Realism In International Relations

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Realism is not a new concept. Classical Realism has its roots firmly placed in ancient Greece at the time of Thucydides where in the ‘History of the Poloponneasean War’ he wrote “The strong do what they have the power to do, the weak accept what they have to accept” (Thucydides 1972: 402).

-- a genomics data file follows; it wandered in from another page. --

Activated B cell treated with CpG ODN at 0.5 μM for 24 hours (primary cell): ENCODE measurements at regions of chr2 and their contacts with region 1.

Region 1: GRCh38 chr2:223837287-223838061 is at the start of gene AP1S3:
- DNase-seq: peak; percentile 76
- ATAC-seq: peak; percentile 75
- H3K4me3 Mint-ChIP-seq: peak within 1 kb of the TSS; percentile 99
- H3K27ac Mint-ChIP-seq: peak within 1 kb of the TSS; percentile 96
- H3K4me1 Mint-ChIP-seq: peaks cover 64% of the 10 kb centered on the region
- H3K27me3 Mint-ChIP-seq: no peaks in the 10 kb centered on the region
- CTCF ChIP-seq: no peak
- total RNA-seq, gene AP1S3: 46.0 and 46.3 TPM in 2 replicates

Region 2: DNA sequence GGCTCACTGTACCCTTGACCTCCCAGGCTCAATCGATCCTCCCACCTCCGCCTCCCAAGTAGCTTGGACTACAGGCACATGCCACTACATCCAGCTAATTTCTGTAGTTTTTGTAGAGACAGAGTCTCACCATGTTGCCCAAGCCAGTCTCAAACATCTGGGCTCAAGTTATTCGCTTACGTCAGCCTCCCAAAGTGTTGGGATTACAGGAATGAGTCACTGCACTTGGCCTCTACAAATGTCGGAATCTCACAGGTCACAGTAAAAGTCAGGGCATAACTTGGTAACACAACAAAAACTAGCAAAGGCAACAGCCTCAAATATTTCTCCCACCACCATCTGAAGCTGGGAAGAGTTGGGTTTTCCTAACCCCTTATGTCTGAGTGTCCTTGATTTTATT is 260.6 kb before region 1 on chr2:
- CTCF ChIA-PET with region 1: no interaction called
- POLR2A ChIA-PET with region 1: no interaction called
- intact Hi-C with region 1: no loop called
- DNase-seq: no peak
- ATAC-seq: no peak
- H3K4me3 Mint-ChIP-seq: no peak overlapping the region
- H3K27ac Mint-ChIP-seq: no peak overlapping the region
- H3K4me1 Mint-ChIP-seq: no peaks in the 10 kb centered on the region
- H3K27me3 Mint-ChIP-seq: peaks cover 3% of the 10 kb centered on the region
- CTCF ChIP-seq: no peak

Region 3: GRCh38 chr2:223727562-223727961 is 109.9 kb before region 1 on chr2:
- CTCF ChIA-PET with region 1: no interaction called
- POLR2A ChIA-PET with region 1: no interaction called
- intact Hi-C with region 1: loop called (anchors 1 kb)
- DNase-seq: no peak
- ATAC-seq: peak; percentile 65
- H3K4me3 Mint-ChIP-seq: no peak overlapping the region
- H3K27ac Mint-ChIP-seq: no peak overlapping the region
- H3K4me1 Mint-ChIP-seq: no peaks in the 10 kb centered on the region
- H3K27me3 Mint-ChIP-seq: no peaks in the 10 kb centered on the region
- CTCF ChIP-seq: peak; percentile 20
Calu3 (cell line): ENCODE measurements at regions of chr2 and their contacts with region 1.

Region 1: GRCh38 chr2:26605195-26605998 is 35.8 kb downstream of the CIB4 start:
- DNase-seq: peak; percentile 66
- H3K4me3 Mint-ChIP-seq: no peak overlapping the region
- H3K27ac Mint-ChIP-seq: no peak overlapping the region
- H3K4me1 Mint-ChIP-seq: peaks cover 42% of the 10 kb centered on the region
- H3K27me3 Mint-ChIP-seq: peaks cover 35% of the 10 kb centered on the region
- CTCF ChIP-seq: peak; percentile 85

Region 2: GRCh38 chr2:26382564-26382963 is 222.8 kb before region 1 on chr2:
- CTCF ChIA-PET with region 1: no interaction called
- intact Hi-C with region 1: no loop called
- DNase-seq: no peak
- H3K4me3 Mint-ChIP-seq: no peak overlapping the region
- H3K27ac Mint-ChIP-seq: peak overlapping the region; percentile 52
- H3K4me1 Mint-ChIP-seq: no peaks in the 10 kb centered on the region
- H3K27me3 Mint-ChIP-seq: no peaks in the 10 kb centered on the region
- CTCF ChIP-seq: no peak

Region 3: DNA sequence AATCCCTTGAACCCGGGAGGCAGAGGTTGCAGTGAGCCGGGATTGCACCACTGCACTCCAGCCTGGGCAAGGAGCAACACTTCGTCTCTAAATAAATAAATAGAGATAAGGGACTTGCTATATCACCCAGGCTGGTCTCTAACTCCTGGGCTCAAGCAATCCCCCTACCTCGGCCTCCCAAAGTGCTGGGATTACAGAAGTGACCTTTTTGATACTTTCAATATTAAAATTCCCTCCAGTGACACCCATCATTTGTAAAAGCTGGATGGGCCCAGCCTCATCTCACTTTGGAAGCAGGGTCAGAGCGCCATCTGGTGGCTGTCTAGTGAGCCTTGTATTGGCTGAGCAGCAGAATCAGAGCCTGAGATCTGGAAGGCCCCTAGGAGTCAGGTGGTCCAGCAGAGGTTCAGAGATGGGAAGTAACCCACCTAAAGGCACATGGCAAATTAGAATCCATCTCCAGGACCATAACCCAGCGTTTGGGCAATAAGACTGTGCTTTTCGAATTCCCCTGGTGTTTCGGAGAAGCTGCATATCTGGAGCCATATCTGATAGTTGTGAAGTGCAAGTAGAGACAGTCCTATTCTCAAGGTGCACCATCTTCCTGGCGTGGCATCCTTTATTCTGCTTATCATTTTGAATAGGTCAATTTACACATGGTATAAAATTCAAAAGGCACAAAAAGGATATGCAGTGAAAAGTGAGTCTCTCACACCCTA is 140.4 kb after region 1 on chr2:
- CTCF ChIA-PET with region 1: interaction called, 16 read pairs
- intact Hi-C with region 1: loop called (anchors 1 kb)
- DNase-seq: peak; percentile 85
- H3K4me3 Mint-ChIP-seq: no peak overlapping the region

Thucydides is thought to explain the role of power within politics at this early stage (Donelly, 2000) through to the time of Machiavelli in the 16th Century. Stanley Hoffman is quoted as saying that the theory is “…probably the most distinguished school of thought in the history of international relations” (Hoffman, 1988 p.6). Whilst Realism, as a concept, has helped to define International Relations by fostering the notion that ‘power’ is the only political gain to be wanted, Robert Gilpin sees it as a “… philosophical disposition and set of assumptions about the world rather than as in any strict sense a scientific theory” (Gilpin, 1984 p. 290). Realists are unified in believing that Power and survival is fundamentally the most desired thing between the universal actors: The States. The theory is built on a basis of pessimism and that that politics is a tussle for both power and survival and labels politics on an international scale as a series of recurrent conflicts among states with very little prospect for change (Jackson and Sorensen, 2007). Whilst there are similarities which bind the different veins of realism together, this essay will look at those different veins within the
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